Lead Supervisor: Len Shaffrey, National Centre for Atmospheric Science (NCAS) and Department of Meteorology, University of Reading
Co-supervisors: Ben Harvey, National Centre for Atmospheric Science (NCAS) and Department of Meteorology, University of Reading; Alison Kay, UK Centre for Ecology and Hydrology; Rob Lamb, JBA Trust
Summertime precipitation extremes are increasing in Europe due to climate change. The record-breaking rainfall that fell in July 2021 provides one devastating example. This was caused by a slow-moving cut-off low pressure system moving across the UK, Belgium, and northern Germany. The associated convective thunderstorms caused widespread flooding and lead to substantial damage and loss of life. The formation of such cut-off lows is a complex nonlinear process resulting from the breaking of large-scale meanders of the jet stream over the North Atlantic. Warming temperatures provide a direct thermodynamic influence on these systems (greater moisture availability enhances latent heat release, supercharging the strength of embedded convective systems) but the extent to which climate change will also modify the larger-scale dynamics of the jet stream and what that will mean for the formation and evolution of cut-off lows remains an open question, posing a substantial uncertainty to assessments of future flood risk.
LEFT: A satellite image of the July 2021 cut-off low pressure system which went on to cause extensive flooding in the Belgium and northern Germany. RIGHT: Some of the damage caused.
This project will investigate interactions between future changes in the summertime North Atlantic jet stream, cut-off low weather systems, and their associated flooding impacts. The North Atlantic jet stream is the dominant driver of atmospheric circulation over the UK and NW Europe and variability of the jet stream directly drives variability in European weather. On daily timescales, individual weather systems are steered by and draw energy from the jet, and on longer timescales variations in the mean position and strength of the jet are highly correlated with seasonal precipitation and temperature anomalies in European climate. One robust feature emerging from future climate projections is a northward shift of the mean summertime North Atlantic jet, away from the UK. In the future, UK summers are consistently projected to become dryer, on average. But this poses several questions related to cut-off lows and precipitation extremes: how will the projected northward shift of the jet modify the location and frequency of slow-moving cut-off low pressure systems? Will the weaker jet stream over the UK result in slower-moving cut-off lows, and therefore larger local rainfall totals? How will this influence flooding events in the UK and NW Europe?
This project will address these highly topical questions by utilizing two major new modelling activities being undertaken by the project supervisors as part of the multi-disciplinary CANARI program (www.canari.ac.uk). The first is a 40-member single model large-ensemble experiment (SMILE) aimed at characterizing climate risks to the UK associated with forced and internal variability over the coming decades. The second is a 300-member case study set of extreme storms impacting Europe, simulated at very high convection-permitting resolution over a large pan-European domain. Together with state-of-the-art hydrological simulations driven by their outputs, these provide an unprecedented opportunity to study the changing convective dynamics associated with cut-off lows, the large-scale conditions in which they form, and the resulting flood impacts.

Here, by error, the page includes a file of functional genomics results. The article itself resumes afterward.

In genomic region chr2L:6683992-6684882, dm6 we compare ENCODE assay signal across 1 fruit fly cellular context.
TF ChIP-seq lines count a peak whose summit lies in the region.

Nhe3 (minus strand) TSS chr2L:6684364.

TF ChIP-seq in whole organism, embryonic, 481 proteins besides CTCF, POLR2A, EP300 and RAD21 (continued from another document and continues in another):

Initial work will characterize future changes in the summertime North Atlantic jet changes in the SMILE (e.g. how robust is the northward shift among different members? do some members show particularly large and/or rapid shifts?) before employing feature tracking software to characterize the statistics of cut-off lows over Europe (e.g. what characteristics of cut-off lows are associated with the highest precipitation impacts? how are the geographic location, propagation speeds and associated precipitation of cut-off lows projected to change in future?). Combined, these analyses will allow a novel assessment of the links between future changes in the large-scale atmospheric circulation and changes in precipitation extremes. Subsequent work will follow the interests of the student but could explore flood risk in more detail, for example by quantifying the changing flood risks associated with cut-off lows using hydrological model outputs, or by creating event-based storylines of how the changing characteristics of cut-off lows will impact flood risk regionally. A further avenue could be to study the convective dynamics of the weather systems, utilizing novel diabatic tracer diagnostics in the convection-permitting simulations to understand the changing interaction between latent release and the large-scale environment.
The project is CASE supported by JBA Trust (www.jbatrust.org), and will include guidance from and a placement within JBA teams working on flood risk and impacts analysis, to explore applications of the research, translating hydrological expertise learnt into flood management and climate resilience implications.
In addition, the Flood Estimation Handbook (FEH) offer guidance on rainfall and river flood frequency estimation across the UK, required for performing flood risk assessments and flood defence planning. During the project the student will, under the advisement of the FEH Team at UKCEH (Dr Adam Griffin), undertake a study of these industry-standard methods.
The project would be suited to a student with a degree in a physical science. Prior knowledge of atmospheric and environmental science is desirable, but not essential. Some experience with computer programming and data analysis would be beneficial.
This project has CASE support from JBA Trust.